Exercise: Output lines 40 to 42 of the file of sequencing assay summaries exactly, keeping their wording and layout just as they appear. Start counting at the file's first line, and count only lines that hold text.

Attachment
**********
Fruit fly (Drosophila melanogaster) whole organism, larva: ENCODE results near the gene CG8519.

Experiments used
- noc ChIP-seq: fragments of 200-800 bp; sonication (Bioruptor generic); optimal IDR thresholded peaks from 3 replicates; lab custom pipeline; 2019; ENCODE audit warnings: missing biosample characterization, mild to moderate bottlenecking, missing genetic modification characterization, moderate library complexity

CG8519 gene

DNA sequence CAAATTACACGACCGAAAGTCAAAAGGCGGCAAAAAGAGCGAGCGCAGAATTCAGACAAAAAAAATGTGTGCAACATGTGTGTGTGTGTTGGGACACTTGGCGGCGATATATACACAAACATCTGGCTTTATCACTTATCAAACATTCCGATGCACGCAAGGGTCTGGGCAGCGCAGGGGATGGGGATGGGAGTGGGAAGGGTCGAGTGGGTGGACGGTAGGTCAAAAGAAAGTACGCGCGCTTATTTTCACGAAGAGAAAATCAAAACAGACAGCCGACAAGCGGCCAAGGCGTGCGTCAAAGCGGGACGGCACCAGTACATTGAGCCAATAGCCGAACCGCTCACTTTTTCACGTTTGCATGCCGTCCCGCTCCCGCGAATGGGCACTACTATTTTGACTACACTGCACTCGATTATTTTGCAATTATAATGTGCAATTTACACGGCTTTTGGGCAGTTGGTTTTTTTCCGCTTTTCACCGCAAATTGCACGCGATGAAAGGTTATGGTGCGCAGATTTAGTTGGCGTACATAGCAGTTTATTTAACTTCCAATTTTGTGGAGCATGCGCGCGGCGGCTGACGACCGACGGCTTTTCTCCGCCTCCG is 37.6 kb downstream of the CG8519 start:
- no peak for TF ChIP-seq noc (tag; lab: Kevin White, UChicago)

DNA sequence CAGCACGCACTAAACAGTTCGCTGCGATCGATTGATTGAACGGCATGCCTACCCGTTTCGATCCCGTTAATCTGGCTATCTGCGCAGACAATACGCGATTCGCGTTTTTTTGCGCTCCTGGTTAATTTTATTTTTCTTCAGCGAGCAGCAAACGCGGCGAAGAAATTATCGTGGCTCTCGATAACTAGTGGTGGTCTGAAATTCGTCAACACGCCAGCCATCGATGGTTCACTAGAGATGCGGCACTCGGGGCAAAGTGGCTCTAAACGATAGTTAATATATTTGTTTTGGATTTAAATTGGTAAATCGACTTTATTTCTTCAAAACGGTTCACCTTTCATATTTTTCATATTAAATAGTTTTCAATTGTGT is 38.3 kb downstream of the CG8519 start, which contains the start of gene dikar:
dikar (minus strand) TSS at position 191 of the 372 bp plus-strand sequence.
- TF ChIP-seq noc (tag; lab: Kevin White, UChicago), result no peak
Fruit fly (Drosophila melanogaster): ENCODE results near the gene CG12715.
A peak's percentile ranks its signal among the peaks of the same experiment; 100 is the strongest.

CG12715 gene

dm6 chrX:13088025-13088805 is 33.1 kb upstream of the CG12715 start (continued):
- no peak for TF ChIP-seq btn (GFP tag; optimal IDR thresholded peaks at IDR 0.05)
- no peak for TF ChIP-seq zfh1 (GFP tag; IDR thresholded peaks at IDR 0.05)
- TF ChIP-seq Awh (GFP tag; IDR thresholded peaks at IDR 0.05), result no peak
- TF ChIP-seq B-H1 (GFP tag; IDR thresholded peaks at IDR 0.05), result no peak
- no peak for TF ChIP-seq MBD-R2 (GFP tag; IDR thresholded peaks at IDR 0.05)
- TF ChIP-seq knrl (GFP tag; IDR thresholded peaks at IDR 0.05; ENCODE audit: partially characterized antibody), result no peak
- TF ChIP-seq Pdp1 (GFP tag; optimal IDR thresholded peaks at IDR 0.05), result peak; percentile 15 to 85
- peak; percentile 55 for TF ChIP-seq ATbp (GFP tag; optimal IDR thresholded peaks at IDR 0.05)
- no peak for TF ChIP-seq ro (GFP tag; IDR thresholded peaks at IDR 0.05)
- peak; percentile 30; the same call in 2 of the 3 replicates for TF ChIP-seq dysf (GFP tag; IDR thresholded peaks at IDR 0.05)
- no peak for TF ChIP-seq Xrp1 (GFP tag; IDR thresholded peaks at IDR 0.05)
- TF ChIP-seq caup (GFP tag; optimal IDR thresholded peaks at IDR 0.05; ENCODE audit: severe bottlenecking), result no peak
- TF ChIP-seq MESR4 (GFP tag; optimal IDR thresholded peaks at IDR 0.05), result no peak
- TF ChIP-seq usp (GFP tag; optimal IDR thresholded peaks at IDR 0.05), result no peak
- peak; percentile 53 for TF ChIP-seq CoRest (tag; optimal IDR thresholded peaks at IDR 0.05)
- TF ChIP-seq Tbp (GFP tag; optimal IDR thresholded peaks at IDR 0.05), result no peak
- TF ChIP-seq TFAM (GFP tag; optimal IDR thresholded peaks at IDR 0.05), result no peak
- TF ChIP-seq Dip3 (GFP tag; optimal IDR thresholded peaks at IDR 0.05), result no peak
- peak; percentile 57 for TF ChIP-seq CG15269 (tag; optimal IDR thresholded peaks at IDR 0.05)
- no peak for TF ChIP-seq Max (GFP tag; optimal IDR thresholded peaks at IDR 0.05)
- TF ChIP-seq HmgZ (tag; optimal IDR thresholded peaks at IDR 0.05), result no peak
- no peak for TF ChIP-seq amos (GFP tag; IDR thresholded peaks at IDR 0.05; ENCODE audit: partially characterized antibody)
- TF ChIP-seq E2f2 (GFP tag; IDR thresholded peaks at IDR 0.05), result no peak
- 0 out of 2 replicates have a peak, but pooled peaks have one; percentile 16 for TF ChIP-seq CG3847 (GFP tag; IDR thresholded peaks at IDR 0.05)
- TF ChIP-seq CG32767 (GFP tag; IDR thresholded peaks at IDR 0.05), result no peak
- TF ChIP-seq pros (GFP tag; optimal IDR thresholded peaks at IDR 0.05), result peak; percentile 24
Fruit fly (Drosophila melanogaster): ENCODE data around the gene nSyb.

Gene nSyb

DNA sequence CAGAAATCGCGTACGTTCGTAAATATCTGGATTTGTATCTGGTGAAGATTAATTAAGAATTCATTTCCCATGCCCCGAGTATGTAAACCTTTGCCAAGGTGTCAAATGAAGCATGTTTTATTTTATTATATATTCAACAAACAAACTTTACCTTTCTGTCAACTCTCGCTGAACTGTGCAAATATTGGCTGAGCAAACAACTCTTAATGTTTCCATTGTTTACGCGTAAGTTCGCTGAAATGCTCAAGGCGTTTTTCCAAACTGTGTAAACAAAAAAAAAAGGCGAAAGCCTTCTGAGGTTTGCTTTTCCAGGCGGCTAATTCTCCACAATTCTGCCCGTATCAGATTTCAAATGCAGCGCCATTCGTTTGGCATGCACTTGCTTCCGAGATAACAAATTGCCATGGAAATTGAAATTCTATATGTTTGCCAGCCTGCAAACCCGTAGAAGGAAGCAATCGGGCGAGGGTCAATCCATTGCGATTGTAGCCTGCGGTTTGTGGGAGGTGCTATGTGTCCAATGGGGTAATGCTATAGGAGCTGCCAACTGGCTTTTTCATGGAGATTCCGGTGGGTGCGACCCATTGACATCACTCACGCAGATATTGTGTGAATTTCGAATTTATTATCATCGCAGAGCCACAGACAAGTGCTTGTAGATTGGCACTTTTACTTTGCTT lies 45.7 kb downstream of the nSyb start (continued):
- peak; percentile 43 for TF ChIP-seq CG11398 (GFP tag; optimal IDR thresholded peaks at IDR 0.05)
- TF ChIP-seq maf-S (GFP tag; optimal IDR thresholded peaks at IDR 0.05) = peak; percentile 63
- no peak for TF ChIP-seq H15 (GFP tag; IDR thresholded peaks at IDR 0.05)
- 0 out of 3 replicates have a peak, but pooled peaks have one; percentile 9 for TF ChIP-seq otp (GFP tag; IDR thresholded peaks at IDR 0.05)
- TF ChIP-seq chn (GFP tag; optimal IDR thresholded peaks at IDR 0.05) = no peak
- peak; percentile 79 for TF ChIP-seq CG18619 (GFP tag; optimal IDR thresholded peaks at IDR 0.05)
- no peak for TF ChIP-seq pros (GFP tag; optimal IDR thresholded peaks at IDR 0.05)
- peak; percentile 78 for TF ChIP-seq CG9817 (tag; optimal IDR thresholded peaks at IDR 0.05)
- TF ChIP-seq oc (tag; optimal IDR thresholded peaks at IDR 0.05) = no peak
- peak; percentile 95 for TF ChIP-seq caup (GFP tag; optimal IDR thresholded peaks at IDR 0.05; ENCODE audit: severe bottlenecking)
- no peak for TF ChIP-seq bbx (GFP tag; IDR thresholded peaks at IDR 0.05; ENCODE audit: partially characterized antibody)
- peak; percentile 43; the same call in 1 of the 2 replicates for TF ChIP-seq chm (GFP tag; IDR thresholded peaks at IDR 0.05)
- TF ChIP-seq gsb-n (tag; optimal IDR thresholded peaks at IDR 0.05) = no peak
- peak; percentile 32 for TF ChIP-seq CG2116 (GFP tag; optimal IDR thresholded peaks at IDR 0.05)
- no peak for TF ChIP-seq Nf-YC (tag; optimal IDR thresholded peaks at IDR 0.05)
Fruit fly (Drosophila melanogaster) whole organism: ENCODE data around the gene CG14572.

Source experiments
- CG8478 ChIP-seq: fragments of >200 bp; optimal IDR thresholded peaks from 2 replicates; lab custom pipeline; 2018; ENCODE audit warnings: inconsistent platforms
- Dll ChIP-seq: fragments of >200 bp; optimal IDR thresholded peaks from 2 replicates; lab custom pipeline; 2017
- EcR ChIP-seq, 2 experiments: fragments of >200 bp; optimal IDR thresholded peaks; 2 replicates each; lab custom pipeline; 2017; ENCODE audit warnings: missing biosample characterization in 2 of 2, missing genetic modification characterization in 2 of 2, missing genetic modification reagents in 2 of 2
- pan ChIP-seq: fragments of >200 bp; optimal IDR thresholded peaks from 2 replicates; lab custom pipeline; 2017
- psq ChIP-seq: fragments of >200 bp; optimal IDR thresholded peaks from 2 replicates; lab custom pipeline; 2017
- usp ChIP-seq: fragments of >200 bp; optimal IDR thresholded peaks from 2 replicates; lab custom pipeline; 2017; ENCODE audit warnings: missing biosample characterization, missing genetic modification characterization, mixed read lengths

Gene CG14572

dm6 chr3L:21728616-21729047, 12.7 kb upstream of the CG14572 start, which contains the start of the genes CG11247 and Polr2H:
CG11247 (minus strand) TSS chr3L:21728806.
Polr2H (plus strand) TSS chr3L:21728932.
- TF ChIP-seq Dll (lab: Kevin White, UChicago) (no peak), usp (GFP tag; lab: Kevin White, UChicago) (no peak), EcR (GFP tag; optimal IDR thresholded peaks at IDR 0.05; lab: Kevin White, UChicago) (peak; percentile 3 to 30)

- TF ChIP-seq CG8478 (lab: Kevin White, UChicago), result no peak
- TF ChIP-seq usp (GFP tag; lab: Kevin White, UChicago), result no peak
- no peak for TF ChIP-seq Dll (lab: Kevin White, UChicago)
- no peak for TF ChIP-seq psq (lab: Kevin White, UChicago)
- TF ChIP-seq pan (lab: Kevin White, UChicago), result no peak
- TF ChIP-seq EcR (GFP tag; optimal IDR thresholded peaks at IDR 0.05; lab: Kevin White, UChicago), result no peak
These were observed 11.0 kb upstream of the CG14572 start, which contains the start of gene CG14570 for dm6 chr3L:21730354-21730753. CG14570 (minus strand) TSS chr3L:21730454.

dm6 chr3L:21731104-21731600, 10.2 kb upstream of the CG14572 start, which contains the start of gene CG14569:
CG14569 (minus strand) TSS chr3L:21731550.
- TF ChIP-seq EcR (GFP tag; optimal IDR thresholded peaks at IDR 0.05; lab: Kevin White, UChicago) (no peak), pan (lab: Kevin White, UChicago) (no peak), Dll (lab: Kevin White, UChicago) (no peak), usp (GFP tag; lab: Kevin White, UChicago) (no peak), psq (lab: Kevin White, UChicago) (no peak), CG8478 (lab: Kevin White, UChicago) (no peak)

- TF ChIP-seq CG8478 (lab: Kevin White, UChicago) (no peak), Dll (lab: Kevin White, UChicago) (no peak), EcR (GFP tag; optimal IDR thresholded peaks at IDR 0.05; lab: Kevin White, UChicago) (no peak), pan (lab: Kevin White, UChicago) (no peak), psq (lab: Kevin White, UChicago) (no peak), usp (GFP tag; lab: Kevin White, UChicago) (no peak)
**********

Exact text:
Fruit fly (Drosophila melanogaster): ENCODE data around the gene nSyb.

Gene nSyb

DNA sequence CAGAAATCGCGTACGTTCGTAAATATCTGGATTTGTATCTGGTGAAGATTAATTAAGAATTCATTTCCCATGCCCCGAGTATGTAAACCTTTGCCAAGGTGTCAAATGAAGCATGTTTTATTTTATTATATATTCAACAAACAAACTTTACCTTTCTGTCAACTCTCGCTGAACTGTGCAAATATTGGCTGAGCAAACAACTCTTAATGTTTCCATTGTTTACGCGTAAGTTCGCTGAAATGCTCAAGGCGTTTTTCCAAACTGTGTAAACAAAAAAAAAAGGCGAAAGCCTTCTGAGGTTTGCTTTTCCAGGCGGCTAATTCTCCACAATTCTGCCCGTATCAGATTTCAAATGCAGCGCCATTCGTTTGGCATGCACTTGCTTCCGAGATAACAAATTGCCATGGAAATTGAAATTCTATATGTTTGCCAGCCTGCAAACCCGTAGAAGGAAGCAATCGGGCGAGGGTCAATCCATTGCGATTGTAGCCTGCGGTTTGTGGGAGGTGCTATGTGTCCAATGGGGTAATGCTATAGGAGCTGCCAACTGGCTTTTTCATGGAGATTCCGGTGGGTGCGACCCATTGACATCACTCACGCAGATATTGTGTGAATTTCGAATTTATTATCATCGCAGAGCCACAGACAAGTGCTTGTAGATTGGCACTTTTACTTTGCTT lies 45.7 kb downstream of the nSyb start (continued):